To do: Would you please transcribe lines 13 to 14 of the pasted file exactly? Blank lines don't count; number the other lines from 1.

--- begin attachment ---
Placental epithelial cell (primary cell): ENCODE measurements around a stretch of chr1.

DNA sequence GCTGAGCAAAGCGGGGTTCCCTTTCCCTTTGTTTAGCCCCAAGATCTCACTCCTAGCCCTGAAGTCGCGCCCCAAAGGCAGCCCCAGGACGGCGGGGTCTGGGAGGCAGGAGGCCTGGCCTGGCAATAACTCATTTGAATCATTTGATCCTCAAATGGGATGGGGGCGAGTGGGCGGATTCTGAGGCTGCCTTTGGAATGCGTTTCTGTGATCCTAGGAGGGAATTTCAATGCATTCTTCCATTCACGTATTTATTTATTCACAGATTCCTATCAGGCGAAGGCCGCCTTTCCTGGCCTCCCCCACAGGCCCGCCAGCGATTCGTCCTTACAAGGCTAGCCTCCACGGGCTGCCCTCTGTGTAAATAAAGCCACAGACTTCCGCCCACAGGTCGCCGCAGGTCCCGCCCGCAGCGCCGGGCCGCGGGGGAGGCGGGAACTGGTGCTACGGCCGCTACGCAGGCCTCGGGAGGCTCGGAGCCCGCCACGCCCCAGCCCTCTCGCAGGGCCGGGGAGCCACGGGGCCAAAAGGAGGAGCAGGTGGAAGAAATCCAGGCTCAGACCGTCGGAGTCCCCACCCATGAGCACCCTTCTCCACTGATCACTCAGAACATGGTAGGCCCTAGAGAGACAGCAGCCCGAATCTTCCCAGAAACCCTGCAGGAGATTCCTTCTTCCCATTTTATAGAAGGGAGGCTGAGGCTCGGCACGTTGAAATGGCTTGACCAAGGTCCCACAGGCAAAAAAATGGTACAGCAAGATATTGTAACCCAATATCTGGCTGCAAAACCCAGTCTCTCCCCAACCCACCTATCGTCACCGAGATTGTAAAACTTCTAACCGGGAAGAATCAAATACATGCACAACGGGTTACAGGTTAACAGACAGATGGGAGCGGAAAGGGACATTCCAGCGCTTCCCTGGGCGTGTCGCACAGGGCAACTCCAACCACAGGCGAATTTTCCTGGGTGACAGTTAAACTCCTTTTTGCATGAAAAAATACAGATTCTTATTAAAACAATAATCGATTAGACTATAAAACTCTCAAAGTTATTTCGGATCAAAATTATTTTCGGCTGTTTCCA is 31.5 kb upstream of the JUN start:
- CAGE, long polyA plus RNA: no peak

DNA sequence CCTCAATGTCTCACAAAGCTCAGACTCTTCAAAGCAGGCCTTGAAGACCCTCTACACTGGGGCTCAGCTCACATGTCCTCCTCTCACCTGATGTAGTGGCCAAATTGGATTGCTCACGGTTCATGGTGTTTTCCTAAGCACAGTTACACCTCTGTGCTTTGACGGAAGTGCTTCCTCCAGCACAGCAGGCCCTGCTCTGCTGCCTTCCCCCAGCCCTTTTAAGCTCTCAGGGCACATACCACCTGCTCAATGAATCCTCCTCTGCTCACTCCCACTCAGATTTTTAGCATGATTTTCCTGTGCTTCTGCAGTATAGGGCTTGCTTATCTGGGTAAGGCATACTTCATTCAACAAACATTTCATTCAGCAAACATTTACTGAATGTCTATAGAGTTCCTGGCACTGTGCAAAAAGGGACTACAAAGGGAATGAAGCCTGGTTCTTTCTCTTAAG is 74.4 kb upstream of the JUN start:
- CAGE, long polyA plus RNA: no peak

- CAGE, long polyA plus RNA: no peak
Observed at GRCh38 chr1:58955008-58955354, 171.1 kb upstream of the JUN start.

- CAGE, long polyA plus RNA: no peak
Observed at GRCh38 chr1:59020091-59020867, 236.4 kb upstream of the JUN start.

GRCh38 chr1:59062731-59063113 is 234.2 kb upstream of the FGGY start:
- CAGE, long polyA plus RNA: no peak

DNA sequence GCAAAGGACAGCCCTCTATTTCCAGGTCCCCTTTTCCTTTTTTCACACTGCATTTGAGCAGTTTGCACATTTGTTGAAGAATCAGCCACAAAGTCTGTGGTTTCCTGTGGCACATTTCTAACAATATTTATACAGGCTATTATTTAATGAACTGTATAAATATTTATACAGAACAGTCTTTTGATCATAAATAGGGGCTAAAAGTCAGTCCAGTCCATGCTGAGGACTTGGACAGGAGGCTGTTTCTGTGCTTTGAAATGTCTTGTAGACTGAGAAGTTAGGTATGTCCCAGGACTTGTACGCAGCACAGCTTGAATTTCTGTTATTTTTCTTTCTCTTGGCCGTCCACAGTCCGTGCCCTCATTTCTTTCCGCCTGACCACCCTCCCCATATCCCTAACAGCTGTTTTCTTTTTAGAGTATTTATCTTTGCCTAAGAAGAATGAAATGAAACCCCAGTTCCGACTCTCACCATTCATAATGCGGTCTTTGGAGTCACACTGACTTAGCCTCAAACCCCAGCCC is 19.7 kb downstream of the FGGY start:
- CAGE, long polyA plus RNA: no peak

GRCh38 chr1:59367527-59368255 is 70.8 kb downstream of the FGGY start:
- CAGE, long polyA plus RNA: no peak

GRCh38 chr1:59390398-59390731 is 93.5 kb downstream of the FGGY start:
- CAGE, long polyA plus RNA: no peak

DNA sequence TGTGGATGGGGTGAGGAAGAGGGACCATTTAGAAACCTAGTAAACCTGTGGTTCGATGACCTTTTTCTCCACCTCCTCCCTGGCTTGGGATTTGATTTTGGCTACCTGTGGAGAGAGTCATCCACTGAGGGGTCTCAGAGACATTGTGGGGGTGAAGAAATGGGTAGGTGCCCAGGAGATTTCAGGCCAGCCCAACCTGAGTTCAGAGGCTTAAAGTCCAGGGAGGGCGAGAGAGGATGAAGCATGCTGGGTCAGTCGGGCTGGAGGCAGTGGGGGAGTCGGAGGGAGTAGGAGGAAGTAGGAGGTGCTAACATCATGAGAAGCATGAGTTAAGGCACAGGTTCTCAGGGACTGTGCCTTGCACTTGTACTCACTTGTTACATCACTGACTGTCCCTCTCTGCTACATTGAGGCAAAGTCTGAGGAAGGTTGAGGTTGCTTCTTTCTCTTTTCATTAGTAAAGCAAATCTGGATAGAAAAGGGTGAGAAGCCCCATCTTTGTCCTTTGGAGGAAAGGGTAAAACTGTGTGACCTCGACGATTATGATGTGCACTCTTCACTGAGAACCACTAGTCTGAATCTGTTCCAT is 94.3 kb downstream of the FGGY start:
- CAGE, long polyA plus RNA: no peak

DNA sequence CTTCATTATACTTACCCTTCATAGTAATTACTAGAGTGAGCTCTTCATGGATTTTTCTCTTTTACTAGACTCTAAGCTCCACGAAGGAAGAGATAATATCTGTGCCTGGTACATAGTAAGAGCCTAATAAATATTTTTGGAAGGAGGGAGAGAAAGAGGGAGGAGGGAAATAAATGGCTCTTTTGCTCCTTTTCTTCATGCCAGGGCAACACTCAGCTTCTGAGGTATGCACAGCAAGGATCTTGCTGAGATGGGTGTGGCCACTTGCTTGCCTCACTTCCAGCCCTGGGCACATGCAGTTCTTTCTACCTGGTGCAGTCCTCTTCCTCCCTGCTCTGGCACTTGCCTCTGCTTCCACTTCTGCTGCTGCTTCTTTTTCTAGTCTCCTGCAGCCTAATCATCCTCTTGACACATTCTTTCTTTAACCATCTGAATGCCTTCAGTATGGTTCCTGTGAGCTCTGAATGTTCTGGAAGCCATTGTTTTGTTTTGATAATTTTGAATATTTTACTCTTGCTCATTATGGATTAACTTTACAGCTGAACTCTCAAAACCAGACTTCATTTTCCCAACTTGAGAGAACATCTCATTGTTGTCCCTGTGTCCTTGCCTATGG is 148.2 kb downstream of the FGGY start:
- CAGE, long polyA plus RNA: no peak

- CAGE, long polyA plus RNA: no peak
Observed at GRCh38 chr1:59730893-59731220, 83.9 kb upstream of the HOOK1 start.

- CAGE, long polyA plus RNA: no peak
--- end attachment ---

- CAGE, long polyA plus RNA: no peak

GRCh38 chr1:59367527-59368255 is 70.8 kb downstream of the FGGY start: